The Nepal government has planned to create jobs for sherpas who were put out of work after the COVID-19 lockdown, by hiring them to repair and clean up trekking trails in the Himalaya, a media report said. Also Read - Hina Khan Opens Up On Father's Sudden Demise: The More I Think About It, The More It Pains
Cleaning Everest will not be technically or financially possible this spring, The Kathmandu Post report quoted officials as saying, so they will focus on trekking routes. Also Read - Delhi Starts Oxygen Concentrator Banks in Every District, to Provide Home Delivery to COVID Patients
All Everest expeditions slated for this spring season were cancelled on March 12, and climbers and the Nepal Mountaineering Association suggested that the government turn the negative development into an opportunity by mobilising tourism workers for an Everest clean-up campaign. Also Read - Virus Clear; Better to Wear Masks & Maintain Physical Distance Even if Fully Vaccinated: AIIMS Chief
After the virus wiped out thousands of jobs, the association proposed that the unemployed sherpas be deployed to retrieve trash and dead bodies from the world’s highest mountain.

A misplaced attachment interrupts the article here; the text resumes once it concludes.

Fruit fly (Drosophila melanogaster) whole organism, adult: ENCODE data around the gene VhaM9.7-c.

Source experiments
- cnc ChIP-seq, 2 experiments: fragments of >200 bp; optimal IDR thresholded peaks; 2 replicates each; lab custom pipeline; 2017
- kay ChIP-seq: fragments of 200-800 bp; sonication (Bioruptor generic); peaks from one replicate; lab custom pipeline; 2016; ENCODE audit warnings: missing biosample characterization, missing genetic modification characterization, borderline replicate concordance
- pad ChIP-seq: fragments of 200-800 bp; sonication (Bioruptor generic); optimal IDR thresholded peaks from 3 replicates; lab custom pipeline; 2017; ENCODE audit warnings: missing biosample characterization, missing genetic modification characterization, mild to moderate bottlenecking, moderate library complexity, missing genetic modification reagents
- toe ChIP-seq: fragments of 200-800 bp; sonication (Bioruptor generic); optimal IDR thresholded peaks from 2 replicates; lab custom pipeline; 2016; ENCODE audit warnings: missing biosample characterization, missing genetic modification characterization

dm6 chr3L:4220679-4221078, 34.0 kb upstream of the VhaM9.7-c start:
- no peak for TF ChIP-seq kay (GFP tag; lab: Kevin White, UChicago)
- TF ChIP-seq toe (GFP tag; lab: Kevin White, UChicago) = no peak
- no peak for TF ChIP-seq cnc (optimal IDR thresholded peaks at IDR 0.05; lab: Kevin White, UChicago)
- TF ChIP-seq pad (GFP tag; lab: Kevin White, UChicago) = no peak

“We discussed the issue of cleaning Everest and reached a conclusion that it was not possible to begin the campaign immediately,” The Kathmandu Post cited Danduraj Ghimire, chief of the Department of Tourism, as saying.
“It’s not feasible from both perspectives—technical and financial.
“The campaign will require millions of rupees to pay the high altitude workers, and the equipment is also expensive. And during this crisis, the government does not have enough cash reserves,” said Ghimire.
According to Ghimire, hiking trails on the Kathmandu Valley rim like Shivapuri, Dakshinkali and Nagarkot will be connected.
Trekking routes like Manaslu and Kanchanjunga will also be repaired.
On Monday, Tourism Minister Yogesh Bhattarai said during a video-conference that the cleaning campaign was meant to keep tourism workers busy and provide them jobs during the post-crisis period too.
Record numbers of climbers come to Everest every year to fulfil their lifetime dream to climb the world’s highest peak.
They leave behind tonnes of both biodegradable and non-biodegradable waste, including empty oxygen canisters, kitchen waste, beer bottles and faecal matter, said The Kathmandu Post report.
As a result, the world’s highest peak has acquired notoriety as the ‘world’s highest garbage dump’.
Each camp on Everest is littered with depleted oxygen cylinders, food packaging and ropes.
Last year, climbers retrieved four bodies and collected some 11 tonnes of garbage from the mountain in the first-ever cleanup drive launched by the government.